A summary of lodging resistance in cereals is described in Berry, P.M. (2018). Lodging Resistance in Cereals. In: Meyers R. (eds) Encyclopaedia of Sustainability Science and Technology. Springer, New York, NY. doi:10.1007/978-1-4939-2493-6_228-3.
Lodging is the permanent displacement of cereal stems from their vertical position and usually only occurs after the ear or panicle has emerged. This can reduce yield by up to 80% and causes several knock-on effects including reduced grain quality, greater drying costs, and slower harvest. It is a problem that limits cereal productivity in both developed and developing countries.
Lodging is a complicated phenomenon that is influenced by many factors including wind, rain, topography, soil type, previous crop, husbandry, and disease. It is frequently associated with conditions that promote plant growth such as an abundant supply of nutrients. Significant progress was made during the 1950s, 1960s, and 1970s to reduce lodging risk by the introduction of semidwarf varieties. These shorter varieties had a greater lodging resistance and could respond to greater amounts of fertilizers. For these reasons the introduction of semidwarf varieties was one of the most significant reasons for the steady improvement in grain yields starting in the late 1960s, which has resulted in cereal yields increasing by as much as 1 t/ha per decade in western Europe and 0.5 t ha in many American and Asian countries . The continued improvement in yields in some countries has been significantly aided by the use of plant growth regulators (PGRs) that further reduce crop height making cereals even more resistant to lodging. Four major types of PGRs have been introduced including chlormequat chloride during the mid-1960s, ethephon during the late 1980s, trinexapac-ethyl during the mid-1990s, and prohexadione-calcium in the 2000s. In France, Germany, and the UK, which have among the highest cereal yields in the world, PGRs are now applied to more than 70% of wheat area (Rademacher, pers. comm.).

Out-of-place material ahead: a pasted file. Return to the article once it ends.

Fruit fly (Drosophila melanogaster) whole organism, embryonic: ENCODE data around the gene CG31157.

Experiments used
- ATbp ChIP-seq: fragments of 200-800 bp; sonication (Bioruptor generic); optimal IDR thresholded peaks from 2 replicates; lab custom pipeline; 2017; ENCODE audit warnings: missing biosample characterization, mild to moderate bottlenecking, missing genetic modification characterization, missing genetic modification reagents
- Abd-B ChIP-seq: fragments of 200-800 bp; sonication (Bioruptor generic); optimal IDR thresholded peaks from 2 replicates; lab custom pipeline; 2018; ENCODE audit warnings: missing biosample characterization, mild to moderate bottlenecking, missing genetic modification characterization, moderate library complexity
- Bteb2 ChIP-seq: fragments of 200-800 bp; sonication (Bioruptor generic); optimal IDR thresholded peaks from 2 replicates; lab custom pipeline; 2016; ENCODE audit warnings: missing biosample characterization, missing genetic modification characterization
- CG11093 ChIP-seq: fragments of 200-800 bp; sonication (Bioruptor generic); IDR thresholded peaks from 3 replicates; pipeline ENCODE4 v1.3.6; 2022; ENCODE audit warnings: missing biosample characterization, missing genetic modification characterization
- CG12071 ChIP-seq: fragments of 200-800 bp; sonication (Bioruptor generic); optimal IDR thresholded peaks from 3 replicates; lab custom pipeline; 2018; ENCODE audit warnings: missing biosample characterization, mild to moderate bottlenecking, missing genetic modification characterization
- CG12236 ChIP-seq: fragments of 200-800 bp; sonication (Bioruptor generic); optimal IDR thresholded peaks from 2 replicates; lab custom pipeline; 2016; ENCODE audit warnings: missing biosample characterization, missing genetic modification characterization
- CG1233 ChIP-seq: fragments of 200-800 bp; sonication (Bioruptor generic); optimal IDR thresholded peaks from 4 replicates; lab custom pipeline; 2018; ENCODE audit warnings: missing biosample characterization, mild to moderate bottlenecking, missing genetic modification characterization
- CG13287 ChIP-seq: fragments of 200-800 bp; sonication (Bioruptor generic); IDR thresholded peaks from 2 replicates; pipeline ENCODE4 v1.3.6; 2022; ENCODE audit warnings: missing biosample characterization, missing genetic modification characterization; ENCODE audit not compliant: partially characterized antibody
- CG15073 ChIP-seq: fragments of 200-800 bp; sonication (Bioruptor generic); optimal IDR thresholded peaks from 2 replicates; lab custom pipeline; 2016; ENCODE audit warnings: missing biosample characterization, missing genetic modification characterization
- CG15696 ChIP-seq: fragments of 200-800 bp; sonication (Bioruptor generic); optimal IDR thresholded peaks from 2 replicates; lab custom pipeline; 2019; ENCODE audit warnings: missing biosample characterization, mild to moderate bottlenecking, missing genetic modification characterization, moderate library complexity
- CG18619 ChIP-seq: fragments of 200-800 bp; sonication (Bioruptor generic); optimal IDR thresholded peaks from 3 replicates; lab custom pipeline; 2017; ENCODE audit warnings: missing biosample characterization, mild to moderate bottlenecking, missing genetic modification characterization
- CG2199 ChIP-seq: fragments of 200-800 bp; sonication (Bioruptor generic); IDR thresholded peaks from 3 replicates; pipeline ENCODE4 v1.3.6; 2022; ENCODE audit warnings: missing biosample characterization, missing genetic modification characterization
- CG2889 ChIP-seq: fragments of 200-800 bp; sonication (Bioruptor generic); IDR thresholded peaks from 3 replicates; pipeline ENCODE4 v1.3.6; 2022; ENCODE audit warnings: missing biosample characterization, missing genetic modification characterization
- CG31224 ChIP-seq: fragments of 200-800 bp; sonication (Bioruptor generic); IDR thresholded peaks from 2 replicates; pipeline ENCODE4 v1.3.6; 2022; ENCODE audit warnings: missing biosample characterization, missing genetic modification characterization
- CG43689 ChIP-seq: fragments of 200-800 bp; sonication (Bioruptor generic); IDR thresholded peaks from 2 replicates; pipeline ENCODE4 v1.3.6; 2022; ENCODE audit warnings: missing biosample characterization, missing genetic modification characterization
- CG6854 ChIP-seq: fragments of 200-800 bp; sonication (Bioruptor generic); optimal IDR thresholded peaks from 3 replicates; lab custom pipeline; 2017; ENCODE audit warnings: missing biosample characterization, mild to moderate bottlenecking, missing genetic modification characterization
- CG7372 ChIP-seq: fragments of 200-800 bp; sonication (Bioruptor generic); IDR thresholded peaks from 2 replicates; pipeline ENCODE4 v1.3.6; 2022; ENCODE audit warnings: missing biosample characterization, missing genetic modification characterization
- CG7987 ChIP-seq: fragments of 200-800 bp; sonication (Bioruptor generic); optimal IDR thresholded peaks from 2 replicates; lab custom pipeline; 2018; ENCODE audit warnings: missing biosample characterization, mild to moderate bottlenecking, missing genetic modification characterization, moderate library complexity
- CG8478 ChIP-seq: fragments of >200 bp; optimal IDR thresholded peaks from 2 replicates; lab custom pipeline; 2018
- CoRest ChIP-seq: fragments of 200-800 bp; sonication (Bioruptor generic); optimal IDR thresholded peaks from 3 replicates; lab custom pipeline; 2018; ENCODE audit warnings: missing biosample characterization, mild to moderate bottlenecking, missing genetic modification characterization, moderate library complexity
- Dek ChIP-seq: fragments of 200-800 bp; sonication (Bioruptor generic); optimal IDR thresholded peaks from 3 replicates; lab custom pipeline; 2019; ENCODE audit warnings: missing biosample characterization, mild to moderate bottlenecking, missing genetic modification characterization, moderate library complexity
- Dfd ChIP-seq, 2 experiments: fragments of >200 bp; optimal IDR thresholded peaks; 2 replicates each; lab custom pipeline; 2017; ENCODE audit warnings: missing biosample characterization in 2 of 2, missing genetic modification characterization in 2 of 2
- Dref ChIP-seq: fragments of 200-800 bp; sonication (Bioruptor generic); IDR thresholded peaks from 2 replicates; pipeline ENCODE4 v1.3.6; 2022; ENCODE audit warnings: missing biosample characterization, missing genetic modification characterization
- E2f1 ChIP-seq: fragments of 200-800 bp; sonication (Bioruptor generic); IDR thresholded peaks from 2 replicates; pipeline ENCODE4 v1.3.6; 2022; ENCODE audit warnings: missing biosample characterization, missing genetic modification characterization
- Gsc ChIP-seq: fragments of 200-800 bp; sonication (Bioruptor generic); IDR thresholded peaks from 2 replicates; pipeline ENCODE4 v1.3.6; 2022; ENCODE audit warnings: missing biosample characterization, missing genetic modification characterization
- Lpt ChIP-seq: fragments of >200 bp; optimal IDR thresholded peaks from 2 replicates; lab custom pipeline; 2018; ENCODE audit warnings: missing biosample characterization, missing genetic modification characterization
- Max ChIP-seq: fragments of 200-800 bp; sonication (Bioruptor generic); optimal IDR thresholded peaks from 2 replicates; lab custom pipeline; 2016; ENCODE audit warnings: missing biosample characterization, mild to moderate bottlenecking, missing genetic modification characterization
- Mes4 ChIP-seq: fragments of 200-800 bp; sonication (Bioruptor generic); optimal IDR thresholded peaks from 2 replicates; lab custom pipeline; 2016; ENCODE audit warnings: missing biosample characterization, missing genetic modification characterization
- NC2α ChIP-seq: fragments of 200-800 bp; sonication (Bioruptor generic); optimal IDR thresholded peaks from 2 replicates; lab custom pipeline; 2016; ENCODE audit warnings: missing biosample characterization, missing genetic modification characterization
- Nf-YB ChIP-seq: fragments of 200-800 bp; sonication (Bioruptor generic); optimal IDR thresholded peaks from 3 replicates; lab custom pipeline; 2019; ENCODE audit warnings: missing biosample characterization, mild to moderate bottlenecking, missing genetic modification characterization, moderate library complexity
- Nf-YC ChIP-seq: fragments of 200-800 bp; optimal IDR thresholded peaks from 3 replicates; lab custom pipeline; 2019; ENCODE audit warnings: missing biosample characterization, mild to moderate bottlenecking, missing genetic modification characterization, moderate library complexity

Dwarfing genes and PGRs have been very effective tools for reducing lodging risk and maintaining steady improvements in yield. However, they have not eradicated lodging, and there is evidence that farmers will not be able to rely on these tools for further reductions in lodging risk in order to counter the escalating lodging risk resulting from continued yield increases. Several studies have shown that yield is reduced when crops are shortened too much [2–7]. The reduction in yield appears to be exacerbated by high temperatures or drought stress. Several of these studies indicate that the minimum crop height for optimum yield lies between 0.7 m and 1.0 m. Many modern varieties are already within this height range. While there is scope for further shortening with PGRs through sequential applications, pressure may be brought to bear to reduce their use because some PGRs leave residues in the grain . It is therefore clear that new methods of improving lodging resistance in cereals must be developed.
During the 1990s and 2000s, collaborative studies by biologists and engineers have elucidated
the mechanisms of lodging in cereals . Crucially it has been demonstrated that lodging may occur by two mechanisms: stem lodging and root lodging. These studies have culminated in models of the lodging process which help to understand how the plant interacts with its environment during the lodging process and identifies the most important plant traits that must be targeted to improve lodging resistance. Several studies have also explained how variety, sowing
date, seed rate, nitrogen fertilizer, and PGRs affect lodging. This improved understanding offers the prospect of designing a lodging-proof ideotype for cereals which may be achieved through a combination of crop management and plant breeding. This entry on lodging resistance in cereals describes (1) the impact that lodging in different cereal species has on crop yield and grain quality, (2) the mechanisms of the lodging process, (3) the effect of cultivar choice and crop management on lodging resistance, and (4) the prospects for improving lodging resistance. This entry is intended to be a concise summary of the most important aspects of lodging resistance in cereals, and for a more comprehensive review, readers are directed to Berry et al. (2004) .
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